Europe should spend now to avoid climate catastrophes
Europe is warming faster than the world average, creating conditions that are making the Mediterranean region dryer and the north wetter, according to a report studying the impact of
global warming on Europe.
The report, called Impacts of Europe’s changing climate, adds that governments need to invest now to
adapt to this changing climate to prevent catastrophic losses later.
“Global average temperature has increased almost 0.8 °C (1.4 °F) above pre-industrial levels, with even higher temperature increases in Europe and northern latitudes,” says the
report, which was authored by the European Environment Agency and branches of the World
Health Organisation and the European Commission. By contrast, Europe has warmed by 1.0 °C.
Europe’s mountains, coasts, the Mediterranean and the Arctic are most at risk from global warming, it says.
Northern Europe will get wetter this century, while more of Europe’s Mediterranean region might turn to desert, based on trends already under way. Heatwaves like the one that struck
Europe in 2003, during which 70,000 people died, could also be more frequent.
“Annual precipitation changes are worsening differences between a wet northern part of Europe and a dry south,” the report said.
Governments need to review everything from irrigation to the ability of southern rivers to help cool nuclear power plants.
Among other impacts, seas are rising and will present more of a threat to coasts, some fish stocks have moved 1000 kilometres north in the past 40 years, and two-thirds of Alpine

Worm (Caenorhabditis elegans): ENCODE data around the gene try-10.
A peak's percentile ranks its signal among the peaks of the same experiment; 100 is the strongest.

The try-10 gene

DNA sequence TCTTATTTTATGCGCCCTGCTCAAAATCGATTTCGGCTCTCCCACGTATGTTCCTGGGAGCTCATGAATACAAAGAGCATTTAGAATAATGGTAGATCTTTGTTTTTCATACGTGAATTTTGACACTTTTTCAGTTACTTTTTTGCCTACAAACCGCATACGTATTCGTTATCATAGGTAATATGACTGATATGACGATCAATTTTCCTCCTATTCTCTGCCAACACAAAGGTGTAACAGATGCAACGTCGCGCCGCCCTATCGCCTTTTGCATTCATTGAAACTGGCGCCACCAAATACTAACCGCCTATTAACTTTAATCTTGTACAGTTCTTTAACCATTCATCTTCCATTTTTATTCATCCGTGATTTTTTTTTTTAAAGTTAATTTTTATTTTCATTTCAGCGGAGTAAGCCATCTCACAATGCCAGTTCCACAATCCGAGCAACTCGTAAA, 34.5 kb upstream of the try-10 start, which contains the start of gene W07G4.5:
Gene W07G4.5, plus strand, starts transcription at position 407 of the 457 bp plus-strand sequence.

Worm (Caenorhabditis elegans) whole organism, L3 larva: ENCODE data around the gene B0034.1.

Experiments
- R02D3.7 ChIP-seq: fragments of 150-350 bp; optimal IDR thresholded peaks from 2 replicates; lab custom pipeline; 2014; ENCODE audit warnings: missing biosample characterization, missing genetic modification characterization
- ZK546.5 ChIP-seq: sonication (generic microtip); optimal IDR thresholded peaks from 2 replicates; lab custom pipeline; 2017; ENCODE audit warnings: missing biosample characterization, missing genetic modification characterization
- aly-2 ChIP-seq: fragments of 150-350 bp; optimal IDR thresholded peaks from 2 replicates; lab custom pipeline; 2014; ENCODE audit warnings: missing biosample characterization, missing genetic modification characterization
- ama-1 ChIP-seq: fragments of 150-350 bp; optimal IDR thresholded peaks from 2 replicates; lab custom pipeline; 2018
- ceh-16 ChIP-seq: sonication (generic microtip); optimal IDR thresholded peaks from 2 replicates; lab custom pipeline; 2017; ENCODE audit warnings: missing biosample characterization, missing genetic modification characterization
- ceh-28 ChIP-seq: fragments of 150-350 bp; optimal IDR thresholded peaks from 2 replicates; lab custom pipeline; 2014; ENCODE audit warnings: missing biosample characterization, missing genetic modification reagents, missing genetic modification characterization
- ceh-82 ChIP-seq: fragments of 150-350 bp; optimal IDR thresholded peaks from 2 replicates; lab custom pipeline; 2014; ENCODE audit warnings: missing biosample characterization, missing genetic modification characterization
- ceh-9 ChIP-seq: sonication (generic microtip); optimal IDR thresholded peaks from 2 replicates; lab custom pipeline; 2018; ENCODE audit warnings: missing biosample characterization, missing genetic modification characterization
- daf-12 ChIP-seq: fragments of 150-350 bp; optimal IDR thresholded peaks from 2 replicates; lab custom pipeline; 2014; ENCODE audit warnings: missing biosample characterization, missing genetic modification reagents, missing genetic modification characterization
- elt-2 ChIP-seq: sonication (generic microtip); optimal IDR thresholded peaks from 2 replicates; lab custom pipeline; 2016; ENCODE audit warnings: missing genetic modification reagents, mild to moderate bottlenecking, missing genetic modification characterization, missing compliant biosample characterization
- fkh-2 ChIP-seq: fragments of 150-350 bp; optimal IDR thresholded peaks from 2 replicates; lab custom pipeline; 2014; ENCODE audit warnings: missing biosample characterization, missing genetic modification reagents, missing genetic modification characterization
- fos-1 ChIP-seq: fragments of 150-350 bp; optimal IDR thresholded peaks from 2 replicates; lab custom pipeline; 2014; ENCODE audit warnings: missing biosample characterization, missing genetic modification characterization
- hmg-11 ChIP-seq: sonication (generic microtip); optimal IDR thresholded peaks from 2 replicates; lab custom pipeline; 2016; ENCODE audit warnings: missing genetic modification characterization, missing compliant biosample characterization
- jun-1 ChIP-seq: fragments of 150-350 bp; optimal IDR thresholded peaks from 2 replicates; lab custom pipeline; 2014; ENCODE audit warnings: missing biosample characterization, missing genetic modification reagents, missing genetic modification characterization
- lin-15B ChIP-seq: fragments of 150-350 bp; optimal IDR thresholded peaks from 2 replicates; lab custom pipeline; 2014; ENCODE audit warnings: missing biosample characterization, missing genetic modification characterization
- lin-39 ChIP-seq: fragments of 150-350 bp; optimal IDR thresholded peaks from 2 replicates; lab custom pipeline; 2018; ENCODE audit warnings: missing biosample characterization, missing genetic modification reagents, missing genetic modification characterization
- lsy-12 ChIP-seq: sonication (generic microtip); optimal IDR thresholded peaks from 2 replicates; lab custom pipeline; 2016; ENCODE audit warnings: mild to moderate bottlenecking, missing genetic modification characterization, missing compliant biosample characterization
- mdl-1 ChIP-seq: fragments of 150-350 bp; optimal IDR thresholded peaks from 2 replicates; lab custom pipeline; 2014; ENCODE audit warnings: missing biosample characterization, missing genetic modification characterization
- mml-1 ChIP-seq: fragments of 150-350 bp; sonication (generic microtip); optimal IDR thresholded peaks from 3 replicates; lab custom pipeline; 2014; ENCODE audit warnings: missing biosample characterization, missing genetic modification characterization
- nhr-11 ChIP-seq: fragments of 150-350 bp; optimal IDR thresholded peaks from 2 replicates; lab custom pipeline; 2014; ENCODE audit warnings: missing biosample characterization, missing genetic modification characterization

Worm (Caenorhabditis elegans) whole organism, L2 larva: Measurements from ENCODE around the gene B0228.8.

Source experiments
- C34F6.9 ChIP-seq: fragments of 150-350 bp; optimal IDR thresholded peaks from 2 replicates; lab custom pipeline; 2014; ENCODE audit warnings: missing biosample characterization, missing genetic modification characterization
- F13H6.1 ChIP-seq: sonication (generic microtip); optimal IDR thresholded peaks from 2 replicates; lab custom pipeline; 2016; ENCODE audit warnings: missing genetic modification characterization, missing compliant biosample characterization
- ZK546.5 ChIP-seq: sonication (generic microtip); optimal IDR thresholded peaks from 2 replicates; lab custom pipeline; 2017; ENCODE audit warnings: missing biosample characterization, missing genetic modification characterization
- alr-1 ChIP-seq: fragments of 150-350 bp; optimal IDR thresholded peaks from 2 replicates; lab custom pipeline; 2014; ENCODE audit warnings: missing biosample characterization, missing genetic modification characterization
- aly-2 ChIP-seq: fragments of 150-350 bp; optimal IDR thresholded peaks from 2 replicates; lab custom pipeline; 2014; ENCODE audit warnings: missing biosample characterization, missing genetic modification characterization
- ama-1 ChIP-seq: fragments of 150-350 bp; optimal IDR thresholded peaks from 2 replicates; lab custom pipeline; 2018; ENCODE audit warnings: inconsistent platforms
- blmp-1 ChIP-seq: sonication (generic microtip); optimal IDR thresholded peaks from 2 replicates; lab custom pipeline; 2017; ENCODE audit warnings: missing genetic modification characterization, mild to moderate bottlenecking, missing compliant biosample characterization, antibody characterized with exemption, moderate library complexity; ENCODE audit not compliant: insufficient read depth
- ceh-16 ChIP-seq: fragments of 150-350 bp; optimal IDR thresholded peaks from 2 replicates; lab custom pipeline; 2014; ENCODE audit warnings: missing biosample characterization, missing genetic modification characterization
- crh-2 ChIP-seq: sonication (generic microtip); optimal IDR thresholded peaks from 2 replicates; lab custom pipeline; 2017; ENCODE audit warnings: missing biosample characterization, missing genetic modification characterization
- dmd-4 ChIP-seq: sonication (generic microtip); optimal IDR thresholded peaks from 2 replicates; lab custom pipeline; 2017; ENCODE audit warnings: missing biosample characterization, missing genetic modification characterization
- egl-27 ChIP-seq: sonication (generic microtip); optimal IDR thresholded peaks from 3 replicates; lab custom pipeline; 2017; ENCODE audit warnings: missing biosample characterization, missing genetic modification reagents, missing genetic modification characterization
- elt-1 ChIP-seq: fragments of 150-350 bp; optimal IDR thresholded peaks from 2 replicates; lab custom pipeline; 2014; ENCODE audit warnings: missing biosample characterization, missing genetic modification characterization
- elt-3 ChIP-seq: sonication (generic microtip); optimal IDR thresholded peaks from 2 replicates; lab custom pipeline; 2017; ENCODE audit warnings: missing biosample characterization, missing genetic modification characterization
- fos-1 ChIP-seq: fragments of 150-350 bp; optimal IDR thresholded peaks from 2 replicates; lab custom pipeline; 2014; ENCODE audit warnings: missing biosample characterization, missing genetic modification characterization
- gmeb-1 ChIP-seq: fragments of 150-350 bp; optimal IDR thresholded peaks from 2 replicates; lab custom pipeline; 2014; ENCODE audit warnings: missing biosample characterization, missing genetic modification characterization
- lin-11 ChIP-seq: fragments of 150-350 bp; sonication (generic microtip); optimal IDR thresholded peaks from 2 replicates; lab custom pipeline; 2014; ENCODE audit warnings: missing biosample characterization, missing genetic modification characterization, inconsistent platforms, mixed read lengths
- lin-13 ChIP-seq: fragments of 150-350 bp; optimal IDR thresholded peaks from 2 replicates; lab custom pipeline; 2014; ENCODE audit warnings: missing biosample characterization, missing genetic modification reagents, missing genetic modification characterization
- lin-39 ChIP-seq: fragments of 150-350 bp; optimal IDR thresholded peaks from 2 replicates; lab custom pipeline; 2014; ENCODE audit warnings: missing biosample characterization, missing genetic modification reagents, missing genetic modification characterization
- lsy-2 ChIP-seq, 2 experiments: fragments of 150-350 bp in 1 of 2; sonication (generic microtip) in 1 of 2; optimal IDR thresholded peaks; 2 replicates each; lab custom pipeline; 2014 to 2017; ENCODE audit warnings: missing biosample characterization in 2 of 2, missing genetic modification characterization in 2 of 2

glaciers have vanished since 1850.
A few are benefiting from the changes, including farmers in northern Europe, who are experiencing longer growing seasons for crops.
Cost of change
The report urges Europe to do more to adapt to the impacts of climate change, such as protecting people from insect-borne diseases and safeguarding coasts from higher seas. So far, most
adaptation has focused on easing the increasing number of river floods.
“We need to intensify such actions and improve information exchange on data, effectiveness and costs,” says Jacqueline McGlade, head of the Denmark-based European Environment Agency.
The report also says that Europe has a moral obligation to help people in developing nations adapt to a changing climate. The world’s governments plan to agree a new treaty to fight
climate change by the end of 2009. But financial turmoil and economic slowdown may dampen willingness to invest in billion-dollar climate projects.
Sea level rises are another problem likely to affect coastal areas. Seas are likely to rise by 18 to 59 centimetres by 2100, according to the UN Climate Panel, and could keep rising for
centuries if ice sheets of Greenland or Antarctica thaw. In Europe, that would place 4 million people and 2 trillion euros ($2.9 trillion) in assets at risk from flooding.
Recent estimates indicate that losses from rising seas could total up to 18 billion euros ($26 billion) a year by 2080, but those losses could be mitigated by spending now. A spend of
roughly 1 billion a year – on everything from dikes to raising beach levels – could cut losses to about 1 billion a year, said the report.
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